1. Get rich or die vlogging
    The disconnect between internet fame and financial security is hard to comprehend for both creators and fans. But it’s the crux of many mid-level web personalities’ lives. Many famous social media stars are too visible to have “real” jobs, but too broke not to. http://fusion.net/story/244545/famous-and-broke-on-youtube-instagram-social-media/
  2. Advice From 40-Year-Old Me to 30-Year-Old Me
    You like control. But here’s a secret: You have way less of it than you think you do. Think you know where you’ll be in 5 years? In 2 years? In 6 months? Think again. You don’t. Build up your resilience. Being adaptable to changing circumstances will bring you peace a lot faster than fighting it, looking to control it. http://observer.com/2015/12/advice-from-40-year-old-me-to-30-year-old-me/
  3. Here’s the Strategy Elite Athletes Follow to Perform at the Highest Level
    Whether it’s pursuing the pinnacle of success in your field, or simply surviving some awful or trying ordeal, the same approach works. The process is about doing the right things, right now. Not worrying about what might happen later, or the results, or the whole picture. http://observer.com/2015/12/heres-the-strategy-elite-athletes-follow-to-perform-at-the-highest-level/
  4. Why some of the world's most famous chefs don't want a Michelin star
    Attempting to explain why Japan has more Michelin restaurants than any other country, Takayama says, “We are always looking for beauty, simplicity, and detail…. The Japanese have a philosophy in all of their best things—looking to make them better, better, better…. Early morning when I wake up, I’m cooking in my head. I can smell the cooking, even in bed. I can taste it, I can feel the texture. http://www.vanityfair.com/culture/2015/09/top-chefs-michelin-stars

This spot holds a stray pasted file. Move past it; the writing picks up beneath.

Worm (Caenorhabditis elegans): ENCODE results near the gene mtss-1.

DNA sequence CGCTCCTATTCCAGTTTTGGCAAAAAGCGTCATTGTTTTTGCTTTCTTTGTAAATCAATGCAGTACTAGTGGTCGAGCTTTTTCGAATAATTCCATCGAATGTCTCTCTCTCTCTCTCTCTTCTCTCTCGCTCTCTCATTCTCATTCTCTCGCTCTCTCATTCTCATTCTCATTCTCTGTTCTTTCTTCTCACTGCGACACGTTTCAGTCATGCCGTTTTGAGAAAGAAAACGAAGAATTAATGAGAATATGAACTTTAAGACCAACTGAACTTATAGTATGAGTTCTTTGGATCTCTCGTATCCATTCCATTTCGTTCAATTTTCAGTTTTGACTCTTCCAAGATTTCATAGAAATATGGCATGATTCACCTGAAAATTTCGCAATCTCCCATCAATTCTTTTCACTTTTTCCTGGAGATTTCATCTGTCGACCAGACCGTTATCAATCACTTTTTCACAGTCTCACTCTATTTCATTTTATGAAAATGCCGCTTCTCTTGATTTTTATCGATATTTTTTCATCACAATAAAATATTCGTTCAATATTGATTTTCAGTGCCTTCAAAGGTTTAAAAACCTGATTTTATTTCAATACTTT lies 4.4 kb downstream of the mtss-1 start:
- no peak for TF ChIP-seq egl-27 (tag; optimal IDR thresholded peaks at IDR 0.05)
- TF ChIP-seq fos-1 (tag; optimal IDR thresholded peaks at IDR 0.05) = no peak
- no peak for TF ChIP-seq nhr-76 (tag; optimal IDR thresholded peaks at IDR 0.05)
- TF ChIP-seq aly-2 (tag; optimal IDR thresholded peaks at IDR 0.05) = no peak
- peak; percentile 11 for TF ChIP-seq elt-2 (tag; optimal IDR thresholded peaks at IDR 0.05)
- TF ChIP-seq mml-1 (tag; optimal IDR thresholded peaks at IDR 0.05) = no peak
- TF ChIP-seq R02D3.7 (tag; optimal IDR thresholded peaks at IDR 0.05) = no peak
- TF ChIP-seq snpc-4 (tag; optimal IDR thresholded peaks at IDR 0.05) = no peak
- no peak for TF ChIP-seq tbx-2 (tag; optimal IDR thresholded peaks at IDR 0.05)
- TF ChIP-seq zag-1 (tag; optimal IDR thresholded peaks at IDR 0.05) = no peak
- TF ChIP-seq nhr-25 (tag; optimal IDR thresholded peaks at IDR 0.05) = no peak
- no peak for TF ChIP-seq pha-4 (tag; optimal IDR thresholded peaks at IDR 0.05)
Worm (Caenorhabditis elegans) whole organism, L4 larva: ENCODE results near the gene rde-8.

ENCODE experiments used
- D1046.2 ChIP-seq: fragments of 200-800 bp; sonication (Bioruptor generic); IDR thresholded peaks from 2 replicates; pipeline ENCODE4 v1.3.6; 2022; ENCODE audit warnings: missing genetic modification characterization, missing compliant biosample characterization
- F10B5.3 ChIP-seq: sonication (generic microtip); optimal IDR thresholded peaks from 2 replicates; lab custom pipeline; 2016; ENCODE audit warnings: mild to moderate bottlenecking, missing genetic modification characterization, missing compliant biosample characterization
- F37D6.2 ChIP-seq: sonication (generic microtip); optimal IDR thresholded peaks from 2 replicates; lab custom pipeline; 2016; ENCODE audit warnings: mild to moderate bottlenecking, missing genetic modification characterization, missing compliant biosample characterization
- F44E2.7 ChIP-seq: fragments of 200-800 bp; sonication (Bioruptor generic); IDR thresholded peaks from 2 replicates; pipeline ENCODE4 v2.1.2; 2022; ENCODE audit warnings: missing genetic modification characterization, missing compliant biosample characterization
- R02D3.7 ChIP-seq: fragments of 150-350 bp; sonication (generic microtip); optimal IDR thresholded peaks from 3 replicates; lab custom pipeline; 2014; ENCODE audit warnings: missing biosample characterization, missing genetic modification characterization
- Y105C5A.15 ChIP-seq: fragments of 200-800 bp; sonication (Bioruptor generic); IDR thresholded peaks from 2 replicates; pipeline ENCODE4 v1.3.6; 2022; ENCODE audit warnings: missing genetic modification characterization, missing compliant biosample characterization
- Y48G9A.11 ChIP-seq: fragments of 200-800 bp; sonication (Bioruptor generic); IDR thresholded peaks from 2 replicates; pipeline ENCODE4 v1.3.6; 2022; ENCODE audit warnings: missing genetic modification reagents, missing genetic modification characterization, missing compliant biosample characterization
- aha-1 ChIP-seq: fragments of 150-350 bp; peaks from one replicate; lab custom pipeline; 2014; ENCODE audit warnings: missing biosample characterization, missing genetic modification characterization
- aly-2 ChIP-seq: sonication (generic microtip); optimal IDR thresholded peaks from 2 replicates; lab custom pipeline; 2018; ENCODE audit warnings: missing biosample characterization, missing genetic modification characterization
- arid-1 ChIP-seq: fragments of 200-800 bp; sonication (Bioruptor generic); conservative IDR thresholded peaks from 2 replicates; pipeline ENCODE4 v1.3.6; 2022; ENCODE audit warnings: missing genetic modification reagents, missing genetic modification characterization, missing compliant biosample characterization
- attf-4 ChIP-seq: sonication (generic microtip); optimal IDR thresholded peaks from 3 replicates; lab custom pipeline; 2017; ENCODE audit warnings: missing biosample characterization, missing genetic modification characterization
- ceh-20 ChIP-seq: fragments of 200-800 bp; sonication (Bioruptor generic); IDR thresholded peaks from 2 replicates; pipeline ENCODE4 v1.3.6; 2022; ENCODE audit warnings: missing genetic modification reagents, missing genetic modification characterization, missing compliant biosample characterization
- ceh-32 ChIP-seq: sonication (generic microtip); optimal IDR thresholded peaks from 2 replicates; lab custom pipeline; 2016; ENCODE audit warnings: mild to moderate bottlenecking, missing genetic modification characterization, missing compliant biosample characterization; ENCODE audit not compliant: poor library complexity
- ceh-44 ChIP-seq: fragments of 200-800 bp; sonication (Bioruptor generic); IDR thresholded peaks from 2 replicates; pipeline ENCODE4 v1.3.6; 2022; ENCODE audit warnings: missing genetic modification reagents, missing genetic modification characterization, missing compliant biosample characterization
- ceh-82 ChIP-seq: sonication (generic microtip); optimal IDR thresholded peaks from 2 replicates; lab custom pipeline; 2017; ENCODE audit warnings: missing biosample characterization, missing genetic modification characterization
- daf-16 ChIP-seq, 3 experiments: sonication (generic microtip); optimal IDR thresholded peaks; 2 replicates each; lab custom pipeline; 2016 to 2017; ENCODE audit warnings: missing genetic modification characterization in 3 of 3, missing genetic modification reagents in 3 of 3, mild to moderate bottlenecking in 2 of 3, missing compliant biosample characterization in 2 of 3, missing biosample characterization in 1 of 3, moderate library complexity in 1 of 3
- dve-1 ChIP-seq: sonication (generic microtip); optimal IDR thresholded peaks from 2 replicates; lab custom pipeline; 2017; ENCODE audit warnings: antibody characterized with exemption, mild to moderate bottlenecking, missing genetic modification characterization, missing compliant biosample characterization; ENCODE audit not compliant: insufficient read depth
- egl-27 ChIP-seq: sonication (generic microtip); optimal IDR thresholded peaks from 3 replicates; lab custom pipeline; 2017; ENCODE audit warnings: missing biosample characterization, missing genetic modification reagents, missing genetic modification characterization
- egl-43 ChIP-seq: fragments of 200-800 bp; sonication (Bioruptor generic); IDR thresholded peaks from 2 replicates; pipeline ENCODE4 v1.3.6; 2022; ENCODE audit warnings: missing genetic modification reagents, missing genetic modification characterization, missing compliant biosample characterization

5. A Home for Ourshelves
    Love is making room in your library for someone else's story. https://catapult.co/stories/a-home-for-ourshelves
  6. The myth of the ethical shopper
    It’s not the largest or the second-largest company we should be worried about anymore. It’s the 44th, or the 207th. Those small-batch, hemp-woven Daisy Dukes you bought in Dumbo are far more likely to be made in a sweatshop than your $7 H&M gym shorts. As more and more of the world’s economy takes place without us, we need to change the way we think about going after sweatshops. http://highline.huffingtonpost.com/articles/en/the-myth-of-the-ethical-shopper/
  7. Choose your own identity
    Racial identity can be fluid. More and more, it will have to be: Multiracial Americans are on the rise, growing at a rate three times as fast as the country’s population as a whole...Nearly half of mixed-race Americans today are younger than 18, and about 7 percent of the U.S. adult population could be considered multiracial, though they might not call themselves that. http://www.nytimes.com/2015/12/14/magazine/choose-your-own-identity.html?_r=0
  8. Bilingual kids have multiple advantages
    Probably due to the practice of switching languages, bilinguals are very good at taking different perspectives, dealing with conflicting cues and ignoring irrelevant information. http://qz.com/543919/the-incredible-ever-growing-multi-faceted-value-of-being-bilingual-in-our-global-economy/
  9. Adapting to a more global, diverse Internet
    GIFs, in addition to being eminently shareable, consume less data — and less data charges. They also work well with smaller screens, whether that’s a low-cost smartphone or an Apple Watch. http://www.niemanlab.org/2015/12/adapting-to-a-more-global-more-diverse-internet/